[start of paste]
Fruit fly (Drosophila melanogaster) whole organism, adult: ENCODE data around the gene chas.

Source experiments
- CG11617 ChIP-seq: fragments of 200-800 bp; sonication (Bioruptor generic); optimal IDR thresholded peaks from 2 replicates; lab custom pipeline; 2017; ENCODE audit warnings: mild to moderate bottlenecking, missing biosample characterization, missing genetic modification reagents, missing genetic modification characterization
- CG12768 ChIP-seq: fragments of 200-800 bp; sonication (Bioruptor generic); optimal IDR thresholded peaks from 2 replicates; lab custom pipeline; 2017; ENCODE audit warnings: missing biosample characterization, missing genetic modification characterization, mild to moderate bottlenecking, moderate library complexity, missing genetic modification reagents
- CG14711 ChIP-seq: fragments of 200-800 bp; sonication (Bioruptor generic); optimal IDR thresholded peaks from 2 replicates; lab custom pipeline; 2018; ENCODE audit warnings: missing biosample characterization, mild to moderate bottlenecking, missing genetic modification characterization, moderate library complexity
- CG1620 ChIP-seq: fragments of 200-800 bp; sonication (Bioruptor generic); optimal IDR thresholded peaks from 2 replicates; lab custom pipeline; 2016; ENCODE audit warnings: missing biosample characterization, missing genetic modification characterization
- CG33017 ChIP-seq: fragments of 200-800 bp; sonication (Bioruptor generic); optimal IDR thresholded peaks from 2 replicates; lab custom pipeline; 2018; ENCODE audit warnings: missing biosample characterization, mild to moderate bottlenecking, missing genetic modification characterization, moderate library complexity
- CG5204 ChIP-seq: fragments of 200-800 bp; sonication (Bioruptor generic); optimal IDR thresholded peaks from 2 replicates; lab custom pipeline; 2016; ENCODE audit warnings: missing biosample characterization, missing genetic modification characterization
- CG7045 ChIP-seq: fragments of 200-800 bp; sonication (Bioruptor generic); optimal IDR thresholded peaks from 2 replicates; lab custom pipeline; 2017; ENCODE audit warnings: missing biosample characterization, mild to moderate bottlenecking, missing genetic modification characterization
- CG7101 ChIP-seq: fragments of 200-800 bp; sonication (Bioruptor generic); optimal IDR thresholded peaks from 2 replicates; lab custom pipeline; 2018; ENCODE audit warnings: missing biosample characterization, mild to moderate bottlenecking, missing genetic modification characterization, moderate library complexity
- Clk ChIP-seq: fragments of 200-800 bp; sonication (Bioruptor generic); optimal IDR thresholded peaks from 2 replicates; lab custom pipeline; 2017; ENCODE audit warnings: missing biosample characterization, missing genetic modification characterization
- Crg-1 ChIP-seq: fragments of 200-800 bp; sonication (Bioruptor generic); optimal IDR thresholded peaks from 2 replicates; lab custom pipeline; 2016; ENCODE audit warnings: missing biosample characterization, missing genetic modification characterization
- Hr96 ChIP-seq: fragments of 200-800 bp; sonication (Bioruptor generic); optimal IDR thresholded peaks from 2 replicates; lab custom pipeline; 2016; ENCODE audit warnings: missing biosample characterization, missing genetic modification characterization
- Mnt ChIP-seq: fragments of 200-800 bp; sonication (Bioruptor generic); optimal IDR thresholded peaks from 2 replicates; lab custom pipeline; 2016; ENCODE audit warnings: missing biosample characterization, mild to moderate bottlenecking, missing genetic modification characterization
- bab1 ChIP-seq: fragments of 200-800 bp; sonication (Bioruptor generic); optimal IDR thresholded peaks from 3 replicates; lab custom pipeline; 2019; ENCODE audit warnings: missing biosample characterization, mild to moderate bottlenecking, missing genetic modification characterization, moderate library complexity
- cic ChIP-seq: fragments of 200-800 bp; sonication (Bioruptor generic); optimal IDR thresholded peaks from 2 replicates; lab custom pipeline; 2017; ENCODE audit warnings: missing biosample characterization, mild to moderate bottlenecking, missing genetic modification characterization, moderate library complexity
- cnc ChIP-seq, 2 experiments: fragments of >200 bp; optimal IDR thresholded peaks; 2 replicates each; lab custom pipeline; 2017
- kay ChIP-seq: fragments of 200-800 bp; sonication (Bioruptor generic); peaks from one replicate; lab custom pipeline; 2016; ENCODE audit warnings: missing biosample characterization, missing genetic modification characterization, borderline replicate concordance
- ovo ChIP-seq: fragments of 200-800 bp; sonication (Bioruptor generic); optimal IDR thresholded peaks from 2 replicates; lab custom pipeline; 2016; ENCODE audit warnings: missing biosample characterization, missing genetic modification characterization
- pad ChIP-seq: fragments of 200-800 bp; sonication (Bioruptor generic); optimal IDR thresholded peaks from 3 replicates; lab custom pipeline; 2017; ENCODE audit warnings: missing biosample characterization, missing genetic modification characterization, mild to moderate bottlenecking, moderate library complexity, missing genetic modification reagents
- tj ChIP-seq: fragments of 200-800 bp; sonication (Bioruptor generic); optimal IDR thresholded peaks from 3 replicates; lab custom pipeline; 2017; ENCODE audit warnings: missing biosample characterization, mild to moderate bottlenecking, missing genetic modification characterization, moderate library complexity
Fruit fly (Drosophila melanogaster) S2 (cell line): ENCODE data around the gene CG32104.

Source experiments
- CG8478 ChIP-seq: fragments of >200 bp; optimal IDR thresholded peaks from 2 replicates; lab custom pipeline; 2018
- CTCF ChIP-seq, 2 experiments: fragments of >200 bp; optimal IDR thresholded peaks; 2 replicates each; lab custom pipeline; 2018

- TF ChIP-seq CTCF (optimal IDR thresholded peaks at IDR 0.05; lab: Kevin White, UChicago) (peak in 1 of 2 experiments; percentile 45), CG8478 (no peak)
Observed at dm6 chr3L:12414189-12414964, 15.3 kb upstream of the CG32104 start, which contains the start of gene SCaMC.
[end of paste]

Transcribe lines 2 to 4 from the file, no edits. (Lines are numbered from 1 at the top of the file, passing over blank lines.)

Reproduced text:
Source experiments
- CG11617 ChIP-seq: fragments of 200-800 bp; sonication (Bioruptor generic); optimal IDR thresholded peaks from 2 replicates; lab custom pipeline; 2017; ENCODE audit warnings: mild to moderate bottlenecking, missing biosample characterization, missing genetic modification reagents, missing genetic modification characterization
- CG12768 ChIP-seq: fragments of 200-800 bp; sonication (Bioruptor generic); optimal IDR thresholded peaks from 2 replicates; lab custom pipeline; 2017; ENCODE audit warnings: missing biosample characterization, missing genetic modification characterization, mild to moderate bottlenecking, moderate library complexity, missing genetic modification reagents